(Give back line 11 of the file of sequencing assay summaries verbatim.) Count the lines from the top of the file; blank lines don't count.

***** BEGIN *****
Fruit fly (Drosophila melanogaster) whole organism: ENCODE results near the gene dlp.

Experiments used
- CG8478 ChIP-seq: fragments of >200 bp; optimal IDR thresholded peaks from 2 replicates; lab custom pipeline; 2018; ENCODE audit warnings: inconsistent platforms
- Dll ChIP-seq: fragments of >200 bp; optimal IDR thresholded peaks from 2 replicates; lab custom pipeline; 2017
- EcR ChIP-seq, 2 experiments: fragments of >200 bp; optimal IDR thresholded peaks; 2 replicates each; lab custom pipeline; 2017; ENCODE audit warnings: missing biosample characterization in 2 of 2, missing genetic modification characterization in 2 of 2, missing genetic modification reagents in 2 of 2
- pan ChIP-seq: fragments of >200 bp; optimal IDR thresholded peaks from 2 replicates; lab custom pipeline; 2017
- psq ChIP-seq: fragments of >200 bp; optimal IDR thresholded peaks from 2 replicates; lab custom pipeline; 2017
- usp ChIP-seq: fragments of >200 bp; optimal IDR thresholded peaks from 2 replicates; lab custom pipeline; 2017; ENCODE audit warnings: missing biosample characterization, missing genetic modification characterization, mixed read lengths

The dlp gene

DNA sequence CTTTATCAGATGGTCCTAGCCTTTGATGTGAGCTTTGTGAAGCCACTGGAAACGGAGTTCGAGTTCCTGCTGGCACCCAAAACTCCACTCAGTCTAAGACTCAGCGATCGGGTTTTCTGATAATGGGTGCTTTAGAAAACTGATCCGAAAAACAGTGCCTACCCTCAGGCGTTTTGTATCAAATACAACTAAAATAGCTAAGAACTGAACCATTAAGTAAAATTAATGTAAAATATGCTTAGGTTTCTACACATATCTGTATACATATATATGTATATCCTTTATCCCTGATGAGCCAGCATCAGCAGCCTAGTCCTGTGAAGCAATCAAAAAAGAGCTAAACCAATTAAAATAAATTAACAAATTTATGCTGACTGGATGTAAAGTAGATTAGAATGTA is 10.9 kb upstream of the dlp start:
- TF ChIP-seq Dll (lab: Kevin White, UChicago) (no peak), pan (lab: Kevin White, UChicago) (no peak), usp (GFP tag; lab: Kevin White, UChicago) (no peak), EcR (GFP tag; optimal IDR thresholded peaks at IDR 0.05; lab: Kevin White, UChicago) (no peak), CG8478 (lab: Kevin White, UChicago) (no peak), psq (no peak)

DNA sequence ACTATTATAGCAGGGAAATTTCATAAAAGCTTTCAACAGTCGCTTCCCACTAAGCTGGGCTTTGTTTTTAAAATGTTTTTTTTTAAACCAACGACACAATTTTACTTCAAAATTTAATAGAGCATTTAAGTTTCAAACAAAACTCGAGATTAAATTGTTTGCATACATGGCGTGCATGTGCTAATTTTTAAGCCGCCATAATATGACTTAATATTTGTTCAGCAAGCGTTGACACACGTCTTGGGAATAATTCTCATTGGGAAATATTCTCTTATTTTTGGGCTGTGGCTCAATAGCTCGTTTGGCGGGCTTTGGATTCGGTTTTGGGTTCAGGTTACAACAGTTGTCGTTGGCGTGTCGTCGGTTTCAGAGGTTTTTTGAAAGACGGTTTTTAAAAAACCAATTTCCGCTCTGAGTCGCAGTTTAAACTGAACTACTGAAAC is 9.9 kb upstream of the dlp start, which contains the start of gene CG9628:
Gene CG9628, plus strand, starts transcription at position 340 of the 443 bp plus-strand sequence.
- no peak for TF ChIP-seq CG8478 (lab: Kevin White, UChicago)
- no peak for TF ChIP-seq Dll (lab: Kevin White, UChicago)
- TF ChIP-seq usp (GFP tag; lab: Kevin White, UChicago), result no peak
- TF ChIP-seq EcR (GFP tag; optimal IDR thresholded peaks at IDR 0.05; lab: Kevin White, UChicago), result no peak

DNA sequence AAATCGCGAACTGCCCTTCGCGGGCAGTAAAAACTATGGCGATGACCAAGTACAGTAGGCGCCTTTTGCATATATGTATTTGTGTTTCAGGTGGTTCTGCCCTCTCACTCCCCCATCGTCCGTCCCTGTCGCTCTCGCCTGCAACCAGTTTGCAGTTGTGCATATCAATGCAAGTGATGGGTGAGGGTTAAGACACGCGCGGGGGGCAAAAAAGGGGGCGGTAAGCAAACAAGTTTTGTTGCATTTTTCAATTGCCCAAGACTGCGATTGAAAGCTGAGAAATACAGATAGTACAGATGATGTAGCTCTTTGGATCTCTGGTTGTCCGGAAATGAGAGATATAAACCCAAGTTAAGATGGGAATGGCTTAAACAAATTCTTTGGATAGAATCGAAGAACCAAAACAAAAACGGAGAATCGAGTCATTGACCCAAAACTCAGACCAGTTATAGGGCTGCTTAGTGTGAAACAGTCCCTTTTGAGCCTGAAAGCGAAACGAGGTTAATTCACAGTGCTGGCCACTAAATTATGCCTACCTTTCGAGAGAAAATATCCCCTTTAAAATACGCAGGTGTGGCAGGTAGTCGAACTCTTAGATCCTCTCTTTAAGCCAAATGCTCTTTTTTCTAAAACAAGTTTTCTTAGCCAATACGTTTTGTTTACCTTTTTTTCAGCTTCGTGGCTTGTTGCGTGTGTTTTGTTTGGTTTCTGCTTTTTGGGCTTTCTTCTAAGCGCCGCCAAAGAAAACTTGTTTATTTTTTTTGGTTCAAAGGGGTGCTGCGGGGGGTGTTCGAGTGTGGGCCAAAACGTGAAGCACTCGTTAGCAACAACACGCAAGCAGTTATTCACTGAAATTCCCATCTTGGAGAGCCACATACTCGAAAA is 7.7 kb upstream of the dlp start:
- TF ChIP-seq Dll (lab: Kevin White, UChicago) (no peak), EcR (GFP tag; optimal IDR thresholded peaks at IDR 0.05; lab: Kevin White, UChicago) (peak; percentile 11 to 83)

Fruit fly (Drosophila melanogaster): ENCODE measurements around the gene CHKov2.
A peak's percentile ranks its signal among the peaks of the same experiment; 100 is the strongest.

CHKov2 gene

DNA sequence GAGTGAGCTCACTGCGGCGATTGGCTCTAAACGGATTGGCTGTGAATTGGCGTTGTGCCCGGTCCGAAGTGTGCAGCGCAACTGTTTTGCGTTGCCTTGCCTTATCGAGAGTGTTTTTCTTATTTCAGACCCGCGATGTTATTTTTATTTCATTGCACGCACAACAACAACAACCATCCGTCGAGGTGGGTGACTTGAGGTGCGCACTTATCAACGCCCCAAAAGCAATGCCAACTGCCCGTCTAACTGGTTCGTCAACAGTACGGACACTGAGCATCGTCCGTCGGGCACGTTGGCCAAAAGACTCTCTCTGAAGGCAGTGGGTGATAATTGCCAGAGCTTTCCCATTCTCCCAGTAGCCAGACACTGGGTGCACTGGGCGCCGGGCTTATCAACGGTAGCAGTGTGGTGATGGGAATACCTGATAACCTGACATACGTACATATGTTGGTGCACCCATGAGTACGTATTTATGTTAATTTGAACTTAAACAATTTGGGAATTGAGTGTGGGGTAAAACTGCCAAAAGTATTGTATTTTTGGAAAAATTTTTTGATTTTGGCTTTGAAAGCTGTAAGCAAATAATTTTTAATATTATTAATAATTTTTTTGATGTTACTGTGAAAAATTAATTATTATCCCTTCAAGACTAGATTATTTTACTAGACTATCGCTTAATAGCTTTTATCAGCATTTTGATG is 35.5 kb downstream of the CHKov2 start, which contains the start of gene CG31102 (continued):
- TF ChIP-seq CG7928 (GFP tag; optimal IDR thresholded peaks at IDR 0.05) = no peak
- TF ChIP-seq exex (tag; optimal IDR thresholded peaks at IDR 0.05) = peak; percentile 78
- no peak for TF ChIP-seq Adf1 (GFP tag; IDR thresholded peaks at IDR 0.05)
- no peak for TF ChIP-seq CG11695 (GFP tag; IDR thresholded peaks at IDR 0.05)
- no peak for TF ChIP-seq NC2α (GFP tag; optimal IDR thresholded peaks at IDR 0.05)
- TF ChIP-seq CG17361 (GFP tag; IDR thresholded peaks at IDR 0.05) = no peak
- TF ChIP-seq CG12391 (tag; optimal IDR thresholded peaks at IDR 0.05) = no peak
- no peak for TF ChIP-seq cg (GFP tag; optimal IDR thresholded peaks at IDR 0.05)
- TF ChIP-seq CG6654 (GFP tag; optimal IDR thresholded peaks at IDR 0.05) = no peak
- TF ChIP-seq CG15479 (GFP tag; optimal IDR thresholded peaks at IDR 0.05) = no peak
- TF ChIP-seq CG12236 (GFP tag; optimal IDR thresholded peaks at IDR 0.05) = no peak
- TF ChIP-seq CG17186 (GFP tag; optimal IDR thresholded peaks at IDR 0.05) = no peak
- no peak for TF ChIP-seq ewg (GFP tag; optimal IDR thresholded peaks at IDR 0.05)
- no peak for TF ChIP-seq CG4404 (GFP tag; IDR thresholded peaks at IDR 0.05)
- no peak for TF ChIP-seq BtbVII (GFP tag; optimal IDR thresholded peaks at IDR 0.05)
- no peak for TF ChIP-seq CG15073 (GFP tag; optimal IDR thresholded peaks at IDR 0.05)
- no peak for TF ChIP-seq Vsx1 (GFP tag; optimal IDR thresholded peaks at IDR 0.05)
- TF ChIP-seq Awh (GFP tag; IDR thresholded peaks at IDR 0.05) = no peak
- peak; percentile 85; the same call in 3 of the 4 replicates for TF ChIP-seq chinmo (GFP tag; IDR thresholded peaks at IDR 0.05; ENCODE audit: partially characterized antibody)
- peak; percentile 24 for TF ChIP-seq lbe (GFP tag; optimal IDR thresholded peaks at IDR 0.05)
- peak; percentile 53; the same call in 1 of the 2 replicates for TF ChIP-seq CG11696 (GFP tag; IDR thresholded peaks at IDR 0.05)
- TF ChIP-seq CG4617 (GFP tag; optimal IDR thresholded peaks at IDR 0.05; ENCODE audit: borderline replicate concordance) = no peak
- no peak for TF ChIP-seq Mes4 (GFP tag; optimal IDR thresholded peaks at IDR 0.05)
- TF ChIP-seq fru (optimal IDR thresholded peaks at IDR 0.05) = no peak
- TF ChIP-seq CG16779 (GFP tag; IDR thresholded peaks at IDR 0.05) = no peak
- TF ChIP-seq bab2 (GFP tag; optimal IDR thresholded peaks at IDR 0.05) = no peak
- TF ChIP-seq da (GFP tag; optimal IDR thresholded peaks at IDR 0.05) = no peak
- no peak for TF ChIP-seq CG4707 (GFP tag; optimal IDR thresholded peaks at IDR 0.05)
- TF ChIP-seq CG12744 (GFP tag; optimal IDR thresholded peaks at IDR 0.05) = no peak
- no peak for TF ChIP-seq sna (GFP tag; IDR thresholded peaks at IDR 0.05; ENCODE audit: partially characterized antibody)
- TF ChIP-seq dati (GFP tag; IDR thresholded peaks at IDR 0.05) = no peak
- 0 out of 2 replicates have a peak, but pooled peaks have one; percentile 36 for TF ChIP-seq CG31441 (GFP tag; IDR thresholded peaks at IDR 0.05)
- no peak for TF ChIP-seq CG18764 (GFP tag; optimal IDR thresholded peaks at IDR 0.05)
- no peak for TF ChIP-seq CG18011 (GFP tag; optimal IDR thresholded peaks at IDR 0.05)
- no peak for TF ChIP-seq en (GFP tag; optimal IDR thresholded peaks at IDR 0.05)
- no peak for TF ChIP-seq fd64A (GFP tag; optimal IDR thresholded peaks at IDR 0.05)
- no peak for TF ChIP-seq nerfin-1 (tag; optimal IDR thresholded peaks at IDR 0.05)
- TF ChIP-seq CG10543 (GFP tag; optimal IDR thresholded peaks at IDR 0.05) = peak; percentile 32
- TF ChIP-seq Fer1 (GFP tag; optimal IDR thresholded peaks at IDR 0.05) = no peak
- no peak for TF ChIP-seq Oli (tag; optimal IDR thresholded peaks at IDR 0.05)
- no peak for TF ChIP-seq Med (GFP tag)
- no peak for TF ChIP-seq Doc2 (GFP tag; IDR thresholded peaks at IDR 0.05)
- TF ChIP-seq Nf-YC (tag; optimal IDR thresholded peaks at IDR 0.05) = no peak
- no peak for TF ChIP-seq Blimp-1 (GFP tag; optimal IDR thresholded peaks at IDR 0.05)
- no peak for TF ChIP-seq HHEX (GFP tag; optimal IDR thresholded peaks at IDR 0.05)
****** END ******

- TF ChIP-seq Dll (lab: Kevin White, UChicago) (no peak), pan (lab: Kevin White, UChicago) (no peak), usp (GFP tag; lab: Kevin White, UChicago) (no peak), EcR (GFP tag; optimal IDR thresholded peaks at IDR 0.05; lab: Kevin White, UChicago) (no peak), CG8478 (lab: Kevin White, UChicago) (no peak), psq (no peak)